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The Unbridgeable Chasm in the Surveillance Debate

Josh Scheinert on what the latest Munk Debate tells us about the quest to legally and responsibly balance the need for security and privacy.

By: /
7 May, 2014
By: Josh Scheinert
Lawyer practising international law in Toronto

The current state of government surveillance and the massive intrusion into our privacy is not going to change anytime soon. This past Friday, a chance to move the debate constructively forward was missed.

On May 2 in Toronto, retired General and former CIA and NSA Director Michael Hayden took the stage with Harvard Professor Alan Dershowitz to debate journalist Glen Greenwald and Reddit co-founder Alexis Ohanian on the topic of state surveillance at the Munk Debates. The fact that Greenwald told a Canadian paper he considered Hayden and Dershowitz “two of the most pernicious human beings on the planet” whom he finds “morally reprehensible” meant the evening was bound to provide at least some entertainment.

It did.

More important, however, was the evening’s takeaway. The quest to legally and responsibly balance the need for security and privacy continues to be just that. On one side we’re left with “trust us” while paying lip service to a commitment to balance rights with security. And on the other, a discourse filled with superlatives—the architecture of oppression.

It was a display in which each side clung to moral absolutes and refused to acknowledge the underlying pretexts behind the other, swearing off the empathy that might help us bridge what is fast becoming an unbridgeable chasm.

General Hayden began the debate. He launched into rhetorical questions about the meaning of surveillance—meant to remind us, rightfully so, that surveillance can and should play a valuable role in keeping us safe. But if he really wanted to convince the audience of the necessity of the type of state surveillance he oversaw, he should have began with apology. When going forward we are invariably being asked to once again “trust us,” the man responsible for an enormous betrayal of the public trust and abuse of state power needed to acknowledge that.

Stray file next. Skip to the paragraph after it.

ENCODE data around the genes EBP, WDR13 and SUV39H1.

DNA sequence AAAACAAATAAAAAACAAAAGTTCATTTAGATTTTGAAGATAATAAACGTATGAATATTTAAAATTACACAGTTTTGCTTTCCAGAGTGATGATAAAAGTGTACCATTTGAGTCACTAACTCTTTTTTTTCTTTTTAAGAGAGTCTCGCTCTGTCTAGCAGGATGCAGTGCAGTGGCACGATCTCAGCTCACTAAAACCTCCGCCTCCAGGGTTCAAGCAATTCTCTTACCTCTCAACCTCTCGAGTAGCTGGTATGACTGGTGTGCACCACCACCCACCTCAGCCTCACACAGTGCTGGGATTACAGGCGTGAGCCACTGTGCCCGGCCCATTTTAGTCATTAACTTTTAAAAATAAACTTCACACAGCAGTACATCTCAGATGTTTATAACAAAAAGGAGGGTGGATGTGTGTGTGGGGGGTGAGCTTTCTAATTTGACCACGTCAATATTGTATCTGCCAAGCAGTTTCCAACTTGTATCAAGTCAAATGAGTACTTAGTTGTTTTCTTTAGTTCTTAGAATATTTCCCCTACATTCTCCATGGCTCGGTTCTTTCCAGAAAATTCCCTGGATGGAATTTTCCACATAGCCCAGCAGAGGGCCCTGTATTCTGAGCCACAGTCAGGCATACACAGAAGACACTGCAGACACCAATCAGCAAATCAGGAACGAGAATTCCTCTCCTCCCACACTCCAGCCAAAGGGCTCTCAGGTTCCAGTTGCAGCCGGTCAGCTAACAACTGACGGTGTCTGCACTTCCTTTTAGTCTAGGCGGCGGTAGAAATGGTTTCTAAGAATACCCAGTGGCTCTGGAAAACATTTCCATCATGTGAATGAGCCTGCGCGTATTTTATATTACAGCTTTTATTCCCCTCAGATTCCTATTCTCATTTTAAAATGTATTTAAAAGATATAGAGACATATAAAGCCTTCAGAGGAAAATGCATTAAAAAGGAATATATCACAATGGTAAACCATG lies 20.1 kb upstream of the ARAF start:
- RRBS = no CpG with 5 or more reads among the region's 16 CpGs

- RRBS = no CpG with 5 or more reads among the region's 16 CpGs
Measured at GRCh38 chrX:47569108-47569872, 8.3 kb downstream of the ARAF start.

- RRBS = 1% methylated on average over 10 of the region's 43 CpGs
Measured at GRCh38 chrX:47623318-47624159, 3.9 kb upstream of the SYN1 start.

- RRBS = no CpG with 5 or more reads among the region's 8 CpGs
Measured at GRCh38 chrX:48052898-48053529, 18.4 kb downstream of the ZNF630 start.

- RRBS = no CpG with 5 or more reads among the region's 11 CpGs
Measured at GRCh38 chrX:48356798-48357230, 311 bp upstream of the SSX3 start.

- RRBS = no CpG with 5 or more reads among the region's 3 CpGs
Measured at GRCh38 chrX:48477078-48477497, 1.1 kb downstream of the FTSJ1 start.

The shortcomings were not General Hayden’s alone. Professor Dershowitz brought up the interesting point that, notwithstanding the gross abuse of state power and overreach, the motives (or pretext) behind the surveillance program and those executing it were noble—or at least benign. To Professor Dershowitz, protecting Americans from terror is a justifiable pretext for a national surveillance program. The overreach, illegality, and ineffectiveness of portions of the program mean it needs to be refashioned and reigned in. (Though his previous dabbling into legalizing torture undermines the claim that he seeks to work within the rule of law rather than establish a new one.)

Dershowitz’s attempt to reach across the aisle was rebuffed. Demonstrating an academically admirable ideological purity but a practically lamentable stubbornness, Greenwald refused to concede. Proclaiming that he doesn’t care about motives or pretext, he said it didn’t matter to him why President George W. Bush or, pretending to ignore the man sitting behind him, Michael Hayden, invaded and ruined Iraq or tortured people.

That was the moment, the second time during the debate when humility was passed over, where everyone—meaning we the public, our societies, and the rule of law—lost.

The genie is out of the bottle. State surveillance, collection of metadata, and infringement of our right to privacy is going to continue. The only questions are to what extent and under what circumstances—the law’s never-ending search for proportionality. That is the debate that needs to be had, and urgently.

To justify the collection of metadata, Professor Dershowitz used the metaphor of street cameras, which he claims deter crime. Pedestrians who walk in front of street cameras give up some of their privacy in the name of security. The Internet should be no different, he said. But Greenwald then reminded us why Internet surveillance is different than watching people walk across the street—it constitutes an invasion of privacy that goes to the core of who we are given the amount of information provided to online spaces.

General Hayden needs to understand that. Yet, without an acknowledgment to the extent to which our trust was breached—and precisely because mass Internet surveillance and collection of data is, to quote Greenwald, an “invasion of our minds and thoughts”—it is unclear whether Hayden does, in fact, understand the gravity of his former Agency’s practices. That unwillingness or inability to come to terms with the pretext for the widespread cynicism on the part of skeptics of the surveillance programs is an institutional shortcoming that only legitimizes the lack of trust that “the watched” have towards “the watchers.”

Similarly, Greenwald’s refusal to legitimize the pretext of the surveillance program, or even acknowledge that it matters, compromises his ability to ensure proper safeguards are put in place and the snowball doesn’t get further away from us. When Greenwald talks about protecting us from terrorists he speaks about “men in caves” and says that past means of surveillance that kept us safe from the Soviet Union’s “evil empire” are sufficient. But the Soviets didn’t use Gmail or AT&T—and not all terrorists live in caves.

Unfortunately, Friday’s debate in Toronto was about one side beating the other (the anti-surveillance side won, for those keeping score). But if we are going to have this debate seriously, we’d realize it’s not about finding a winner, but about finding a solution.

A version of this piece was published by The Huffington Post on May 5, 2014.

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